“It’s past time we have a mayor who is open and transparent with the public,” he said. “We can’t stop crime by pretending it’s not there. Based on the description of the gang map from this decision, it doesn’t put anyone at risk and it is something people in the neighborhoods already know, so I think more information is good because gangs are a community problem that need a community solution.”

“Taxpayers and Toledoans should know where the major areas of crime are taking place in our community,” said Ms. Lopez, also a Democrat. “This is about the mayor’s responsibility to protect citizens. If you are unwilling to share where the problems are, then how are we going to hold you accountable?”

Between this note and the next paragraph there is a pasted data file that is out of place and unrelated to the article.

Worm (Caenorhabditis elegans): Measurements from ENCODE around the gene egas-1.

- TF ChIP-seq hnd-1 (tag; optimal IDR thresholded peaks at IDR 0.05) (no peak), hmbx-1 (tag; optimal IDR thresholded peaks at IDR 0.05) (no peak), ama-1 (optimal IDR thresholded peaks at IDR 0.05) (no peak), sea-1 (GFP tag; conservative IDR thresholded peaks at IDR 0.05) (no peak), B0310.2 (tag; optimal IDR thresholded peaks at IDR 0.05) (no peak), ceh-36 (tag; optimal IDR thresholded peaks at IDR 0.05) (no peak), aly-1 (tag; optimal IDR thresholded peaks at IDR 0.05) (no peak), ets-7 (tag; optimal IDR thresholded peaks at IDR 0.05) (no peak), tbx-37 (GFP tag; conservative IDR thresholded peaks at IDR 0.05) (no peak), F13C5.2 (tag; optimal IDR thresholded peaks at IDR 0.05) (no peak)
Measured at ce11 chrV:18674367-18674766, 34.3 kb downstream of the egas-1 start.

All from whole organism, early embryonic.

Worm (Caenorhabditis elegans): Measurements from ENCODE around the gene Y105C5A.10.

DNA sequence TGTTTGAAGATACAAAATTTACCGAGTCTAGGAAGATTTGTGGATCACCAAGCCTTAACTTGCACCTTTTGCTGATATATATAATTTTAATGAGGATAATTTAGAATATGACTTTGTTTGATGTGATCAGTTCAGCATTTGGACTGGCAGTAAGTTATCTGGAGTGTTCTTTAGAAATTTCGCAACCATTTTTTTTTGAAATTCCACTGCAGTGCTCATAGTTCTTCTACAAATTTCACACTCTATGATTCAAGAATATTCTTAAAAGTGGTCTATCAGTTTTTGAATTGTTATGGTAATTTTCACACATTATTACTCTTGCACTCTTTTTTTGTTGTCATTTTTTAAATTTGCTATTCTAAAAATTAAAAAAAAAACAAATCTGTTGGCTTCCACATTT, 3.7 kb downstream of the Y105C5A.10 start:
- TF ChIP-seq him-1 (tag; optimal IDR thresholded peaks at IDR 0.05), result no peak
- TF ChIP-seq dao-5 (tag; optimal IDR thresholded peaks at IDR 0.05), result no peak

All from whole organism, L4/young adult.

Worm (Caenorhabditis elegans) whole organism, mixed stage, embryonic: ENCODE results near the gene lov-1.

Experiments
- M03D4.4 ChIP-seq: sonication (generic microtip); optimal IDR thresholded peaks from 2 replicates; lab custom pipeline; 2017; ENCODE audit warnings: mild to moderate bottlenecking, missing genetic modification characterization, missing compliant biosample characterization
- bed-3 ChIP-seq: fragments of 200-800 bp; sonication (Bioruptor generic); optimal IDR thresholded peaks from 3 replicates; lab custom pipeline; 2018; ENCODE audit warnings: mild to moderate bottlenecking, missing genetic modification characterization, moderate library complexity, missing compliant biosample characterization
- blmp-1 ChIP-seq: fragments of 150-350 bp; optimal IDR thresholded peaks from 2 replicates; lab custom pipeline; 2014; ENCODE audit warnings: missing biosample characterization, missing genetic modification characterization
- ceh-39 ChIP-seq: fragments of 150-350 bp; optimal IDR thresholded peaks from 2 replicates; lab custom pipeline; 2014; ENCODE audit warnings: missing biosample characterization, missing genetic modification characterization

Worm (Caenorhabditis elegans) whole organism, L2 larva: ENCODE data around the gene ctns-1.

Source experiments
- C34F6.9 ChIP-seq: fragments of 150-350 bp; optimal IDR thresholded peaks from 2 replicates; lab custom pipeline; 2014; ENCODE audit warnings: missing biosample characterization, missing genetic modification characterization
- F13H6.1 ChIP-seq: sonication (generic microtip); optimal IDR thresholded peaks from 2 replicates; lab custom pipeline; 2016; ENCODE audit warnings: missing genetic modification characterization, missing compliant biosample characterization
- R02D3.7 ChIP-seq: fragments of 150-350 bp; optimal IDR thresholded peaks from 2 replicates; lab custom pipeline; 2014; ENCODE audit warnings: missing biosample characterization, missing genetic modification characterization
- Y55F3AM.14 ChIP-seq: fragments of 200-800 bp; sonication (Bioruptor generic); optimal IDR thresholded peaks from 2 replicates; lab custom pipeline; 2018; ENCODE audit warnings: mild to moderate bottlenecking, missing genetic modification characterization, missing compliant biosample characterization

Mr. Collins, a political independent like the mayor and a former Toledo police officer, said it was wrong of Mr. Bell and Toledo Police Chief Derrick Diggs to deny the newspaper’s request.

“I would sincerely hope that this administration and future administrations will have learned a lesson,” he said. “The public has a right to know and the media plays a legitimate role in sharing that information, and anything less is unacceptable, and clearly, this defines Mayor Bell and the police department’s disregard for legitimate transparency.”

Contact Ignazio Messina at: or 419-724-6171.